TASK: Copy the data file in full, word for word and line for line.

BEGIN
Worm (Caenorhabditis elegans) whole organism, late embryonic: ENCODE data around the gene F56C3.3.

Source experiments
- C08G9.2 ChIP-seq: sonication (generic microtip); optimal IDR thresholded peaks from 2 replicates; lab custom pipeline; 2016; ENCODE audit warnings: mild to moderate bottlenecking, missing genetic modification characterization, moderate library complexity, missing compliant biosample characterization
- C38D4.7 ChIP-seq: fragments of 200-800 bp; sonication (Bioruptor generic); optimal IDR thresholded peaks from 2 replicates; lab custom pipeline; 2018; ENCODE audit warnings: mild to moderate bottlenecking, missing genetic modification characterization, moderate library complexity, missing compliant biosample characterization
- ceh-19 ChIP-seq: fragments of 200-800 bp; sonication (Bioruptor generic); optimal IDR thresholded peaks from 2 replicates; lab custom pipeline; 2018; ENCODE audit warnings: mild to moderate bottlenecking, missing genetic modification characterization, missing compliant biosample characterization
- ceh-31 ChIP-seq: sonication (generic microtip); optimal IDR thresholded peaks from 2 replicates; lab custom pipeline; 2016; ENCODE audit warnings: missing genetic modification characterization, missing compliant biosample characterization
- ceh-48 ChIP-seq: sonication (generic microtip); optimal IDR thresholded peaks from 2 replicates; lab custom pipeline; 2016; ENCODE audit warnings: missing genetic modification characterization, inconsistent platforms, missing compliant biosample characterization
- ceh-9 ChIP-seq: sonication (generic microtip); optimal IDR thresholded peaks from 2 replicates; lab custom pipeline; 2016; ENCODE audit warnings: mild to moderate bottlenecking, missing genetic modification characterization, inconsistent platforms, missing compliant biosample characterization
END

Worm (Caenorhabditis elegans) whole organism, late embryonic: ENCODE data around the gene F56C3.3.

Source experiments
- C08G9.2 ChIP-seq: sonication (generic microtip); optimal IDR thresholded peaks from 2 replicates; lab custom pipeline; 2016; ENCODE audit warnings: mild to moderate bottlenecking, missing genetic modification characterization, moderate library complexity, missing compliant biosample characterization
- C38D4.7 ChIP-seq: fragments of 200-800 bp; sonication (Bioruptor generic); optimal IDR thresholded peaks from 2 replicates; lab custom pipeline; 2018; ENCODE audit warnings: mild to moderate bottlenecking, missing genetic modification characterization, moderate library complexity, missing compliant biosample characterization
- ceh-19 ChIP-seq: fragments of 200-800 bp; sonication (Bioruptor generic); optimal IDR thresholded peaks from 2 replicates; lab custom pipeline; 2018; ENCODE audit warnings: mild to moderate bottlenecking, missing genetic modification characterization, missing compliant biosample characterization
- ceh-31 ChIP-seq: sonication (generic microtip); optimal IDR thresholded peaks from 2 replicates; lab custom pipeline; 2016; ENCODE audit warnings: missing genetic modification characterization, missing compliant biosample characterization
- ceh-48 ChIP-seq: sonication (generic microtip); optimal IDR thresholded peaks from 2 replicates; lab custom pipeline; 2016; ENCODE audit warnings: missing genetic modification characterization, inconsistent platforms, missing compliant biosample characterization
- ceh-9 ChIP-seq: sonication (generic microtip); optimal IDR thresholded peaks from 2 replicates; lab custom pipeline; 2016; ENCODE audit warnings: mild to moderate bottlenecking, missing genetic modification characterization, inconsistent platforms, missing compliant biosample characterization